• 1.They clean the wounds by eating dead and infected tissue ("debridement");
    • 2.They disinfect the wound (kill bacteria);
    • 3.Thus,they speed the rate of healing.
  52. Wound Culture
    • Sterile technique is used with a culturette tube to obtain pathogens in an infected wound
    • Requires a doctor’s order –wound C&S
    • Never collect from old drainage!
    • Cleanse wound first with normal saline
    • Obtain specimen from the healthiest looking tissue.
    • Tubes: aerobic for surface wounds and anaerobic if within body cavities
  53. Wound packing
    • Definitionfilling a wound with a dressing material to promote granulation tissue by secondary intention through the elimination of “dead space”.
    • žMany materials, such as alginates, foams, hydrocolloids,  anti-microbials or gauze, can be used to pack wounds.  (P&P,Table 47-9)
    • When dead space (eg/tunnelling) is NOT filled with packing material, it allows debris to accumulate, which can lead to further abscess development
  54. Packing Wounds Procedure
    • Packing a wound is a sterile procedure!
    • Initially,same procedure as for dry dressing.  Upon removal of old packing, assess for amount and type of exudate, assess wound and periwound.
    • Perform hand hygiene, apply sterile gloves, cleanse or irrigate per order.
    • If packing with alginate, hydrocolloid or foam dressings:
    • Cover wound base and fill tunnel with dry dressing. Add additional layers for deep wound if necessary.  (Follow pkg directions)
    • Wound exodate moistens dressing to maintain moist wound  bed.
    • Will need additional moisture if wound bed dry (eg/ hydrogel)
    • žIf packing with gauze:
    • Lightly moistened gauze packing with prescribed solution, wring out excess (moist like your eyeball)
    • Unfold and place on wound bed and inside tunnels one layer at a time  (“fluffed”) until all surfaces are covered. 
    • Material is held above the wound and not
    • allowed to come into contact with skin surface prior to insertion into the wound bed.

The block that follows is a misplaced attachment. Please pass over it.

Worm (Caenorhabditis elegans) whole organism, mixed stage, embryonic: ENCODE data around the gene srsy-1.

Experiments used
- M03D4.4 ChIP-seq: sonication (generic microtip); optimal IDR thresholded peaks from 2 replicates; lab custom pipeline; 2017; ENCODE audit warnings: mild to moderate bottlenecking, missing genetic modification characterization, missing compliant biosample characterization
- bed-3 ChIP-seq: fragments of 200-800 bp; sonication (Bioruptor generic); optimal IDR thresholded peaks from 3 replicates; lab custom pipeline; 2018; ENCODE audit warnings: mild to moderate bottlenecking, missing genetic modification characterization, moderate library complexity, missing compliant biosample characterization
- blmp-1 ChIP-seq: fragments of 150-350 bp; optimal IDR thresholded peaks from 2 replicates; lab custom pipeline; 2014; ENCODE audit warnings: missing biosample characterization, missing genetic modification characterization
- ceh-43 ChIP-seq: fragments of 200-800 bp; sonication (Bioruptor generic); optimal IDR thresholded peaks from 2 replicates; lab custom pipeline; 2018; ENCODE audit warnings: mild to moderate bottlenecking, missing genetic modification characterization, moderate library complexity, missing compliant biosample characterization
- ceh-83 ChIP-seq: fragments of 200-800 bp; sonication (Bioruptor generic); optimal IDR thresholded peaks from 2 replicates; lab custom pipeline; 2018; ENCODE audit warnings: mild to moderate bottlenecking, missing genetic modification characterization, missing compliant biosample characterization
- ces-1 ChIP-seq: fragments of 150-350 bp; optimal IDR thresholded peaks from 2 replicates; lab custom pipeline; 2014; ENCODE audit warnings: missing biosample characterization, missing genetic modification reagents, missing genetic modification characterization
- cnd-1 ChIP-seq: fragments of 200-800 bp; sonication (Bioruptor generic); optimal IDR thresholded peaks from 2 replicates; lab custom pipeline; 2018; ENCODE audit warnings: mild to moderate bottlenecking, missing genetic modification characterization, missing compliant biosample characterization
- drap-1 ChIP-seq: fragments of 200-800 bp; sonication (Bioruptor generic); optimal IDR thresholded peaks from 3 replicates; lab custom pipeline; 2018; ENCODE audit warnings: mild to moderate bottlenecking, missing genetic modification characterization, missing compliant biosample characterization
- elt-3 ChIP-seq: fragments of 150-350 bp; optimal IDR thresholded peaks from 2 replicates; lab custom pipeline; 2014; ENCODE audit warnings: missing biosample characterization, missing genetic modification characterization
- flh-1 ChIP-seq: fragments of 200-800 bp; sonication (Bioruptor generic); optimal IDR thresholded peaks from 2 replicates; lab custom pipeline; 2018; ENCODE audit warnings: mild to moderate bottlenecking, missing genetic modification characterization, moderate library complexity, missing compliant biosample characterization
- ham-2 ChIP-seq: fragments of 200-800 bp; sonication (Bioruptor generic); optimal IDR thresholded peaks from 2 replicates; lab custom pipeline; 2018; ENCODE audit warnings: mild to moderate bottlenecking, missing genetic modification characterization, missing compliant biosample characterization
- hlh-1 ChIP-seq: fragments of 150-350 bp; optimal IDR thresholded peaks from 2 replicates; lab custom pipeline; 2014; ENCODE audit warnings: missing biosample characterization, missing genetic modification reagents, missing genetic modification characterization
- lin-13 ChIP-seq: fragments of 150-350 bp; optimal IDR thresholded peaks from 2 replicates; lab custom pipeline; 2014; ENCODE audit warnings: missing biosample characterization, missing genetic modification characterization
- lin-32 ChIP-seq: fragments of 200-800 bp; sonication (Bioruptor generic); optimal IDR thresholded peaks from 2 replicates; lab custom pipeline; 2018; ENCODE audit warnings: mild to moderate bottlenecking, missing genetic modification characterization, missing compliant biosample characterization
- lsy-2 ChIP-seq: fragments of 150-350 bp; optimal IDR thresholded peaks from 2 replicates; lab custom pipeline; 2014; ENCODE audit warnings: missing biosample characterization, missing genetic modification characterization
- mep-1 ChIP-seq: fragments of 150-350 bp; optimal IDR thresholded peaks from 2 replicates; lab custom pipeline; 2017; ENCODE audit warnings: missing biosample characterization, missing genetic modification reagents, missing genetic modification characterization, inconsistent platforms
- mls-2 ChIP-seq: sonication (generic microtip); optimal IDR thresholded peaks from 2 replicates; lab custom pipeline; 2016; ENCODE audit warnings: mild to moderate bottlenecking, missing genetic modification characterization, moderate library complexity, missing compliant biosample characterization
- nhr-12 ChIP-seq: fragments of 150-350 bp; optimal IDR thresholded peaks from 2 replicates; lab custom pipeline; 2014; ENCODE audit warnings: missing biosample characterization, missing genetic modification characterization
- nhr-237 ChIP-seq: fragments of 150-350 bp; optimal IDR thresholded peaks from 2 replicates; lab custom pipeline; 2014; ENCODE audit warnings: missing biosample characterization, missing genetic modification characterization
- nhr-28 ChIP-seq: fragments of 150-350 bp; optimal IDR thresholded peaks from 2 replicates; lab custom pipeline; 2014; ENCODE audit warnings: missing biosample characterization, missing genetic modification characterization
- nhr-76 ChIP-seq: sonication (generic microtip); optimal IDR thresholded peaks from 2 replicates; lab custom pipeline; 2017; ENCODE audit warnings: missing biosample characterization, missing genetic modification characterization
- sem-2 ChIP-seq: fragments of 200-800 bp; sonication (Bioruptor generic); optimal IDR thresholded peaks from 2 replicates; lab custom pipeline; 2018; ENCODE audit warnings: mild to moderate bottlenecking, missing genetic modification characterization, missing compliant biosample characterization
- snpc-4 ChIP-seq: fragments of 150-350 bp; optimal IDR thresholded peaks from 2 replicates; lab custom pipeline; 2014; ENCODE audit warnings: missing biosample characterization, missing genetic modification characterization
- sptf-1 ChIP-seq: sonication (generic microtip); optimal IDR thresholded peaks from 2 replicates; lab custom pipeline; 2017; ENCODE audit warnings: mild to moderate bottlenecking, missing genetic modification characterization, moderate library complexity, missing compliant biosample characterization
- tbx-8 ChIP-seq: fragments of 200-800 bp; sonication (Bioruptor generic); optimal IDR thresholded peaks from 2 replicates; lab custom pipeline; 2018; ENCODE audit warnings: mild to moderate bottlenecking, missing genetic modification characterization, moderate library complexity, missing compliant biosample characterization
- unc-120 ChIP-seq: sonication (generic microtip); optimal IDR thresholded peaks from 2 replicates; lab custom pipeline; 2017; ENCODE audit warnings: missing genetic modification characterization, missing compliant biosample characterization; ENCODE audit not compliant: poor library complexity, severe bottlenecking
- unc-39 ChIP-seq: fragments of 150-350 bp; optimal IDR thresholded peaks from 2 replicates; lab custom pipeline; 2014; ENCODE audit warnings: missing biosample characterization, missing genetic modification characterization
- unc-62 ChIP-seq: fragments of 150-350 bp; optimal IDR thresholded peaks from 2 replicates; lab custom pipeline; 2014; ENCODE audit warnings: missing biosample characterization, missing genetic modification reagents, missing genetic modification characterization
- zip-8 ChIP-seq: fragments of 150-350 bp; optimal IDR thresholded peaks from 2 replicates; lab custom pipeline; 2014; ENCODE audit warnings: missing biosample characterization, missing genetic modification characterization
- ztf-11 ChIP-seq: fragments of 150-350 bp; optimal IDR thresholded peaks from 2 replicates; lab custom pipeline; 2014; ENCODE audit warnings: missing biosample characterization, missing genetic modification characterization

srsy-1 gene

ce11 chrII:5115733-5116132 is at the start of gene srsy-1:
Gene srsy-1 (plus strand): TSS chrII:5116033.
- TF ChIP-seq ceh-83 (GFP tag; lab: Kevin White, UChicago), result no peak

• Gently pack! Packing should not extend higher than wound surface.  If pressure is too firm, it will prohibit formation of new  granulation tissue
    • Do NOT cover periwound.  (causes maceration)
    • Packing material is secured with dry gauze, abd pads if drainage is moderate. Some special dressing materials require special outer covering, read directions.
    • Tape or ties, adhesive soft covering (mefix, hypofix) can be used depending on the size and location of wound.
    • Type of dressing and packing material selected will depend on stage of ulcer, wound bed, and goal of therapy.  Also, it will change as wound bed changes (heals or worsens).
  55. Types of Drains
    • Penrose drain - Passive drain with a pin or clip placed through the drain to prevent it from slipping into the wound
    • Jackson Pratt & Hemovac - Active drains that create self suction when suction device (bladder or bag) is fully compressed
  56. Drain Assessment & Care
    • Type of drain, number of drains and drain placement
    • Security of the drain and condition of the collecting apparatus
    • Type and amount of drainage
    • Empty daily and document output
    • Daily drain cleansing with dry dressing (drain sponges)
  57. Suture
    • Sutures are threads used to sew body tissues together.
    • They can be made of silk, steel, cotton, linen, wire, nylon and Dacron.
  58. Suture Types
    • Intermittent suturing - is done when each individual suture is tied.
    • Continuous suturing and blanket
    • suturing - are a series of sutures with only two knots, one at the beginning and one at the end.
    • Steel staples - are commonly used as they cause less trauma and provide extra strength.
  59. Wound repair: Partial thickness
    • Are shallow wounds involving loss of the epidermis and possible partial loss of the dermis
    • healing process: inflammatory response, epithelial proliferation(reproduction), migration and establishment of epidermal layer.
    • Inflammatory response - cause redness and swelling and moderate amount of serous membrane. Limited to first 24 hours after wounding
    • Epithelial proliferation(reproduction) and  migration - starts at both the wound edges and the epithelial cell lining  which allow quick surfacing
    • Wound left open to air can resurface = 6 to 7 days
    • Wound that is kept moist can resurface = 4 days
  60. Wound repair: Full- thickness
    • Healing process: Inflammatory, proliferation and remodeling phases are involve in the
    • Inflammatory - body's reaction to wound.
    • Beginning within minutes of injury and lasting approximately 3 days
  61. Damages tissue and mast cells secrete:
    Histamine - Result in vasodilation of surrounding capillaries and exudation of serum and white blood cells into damage tissue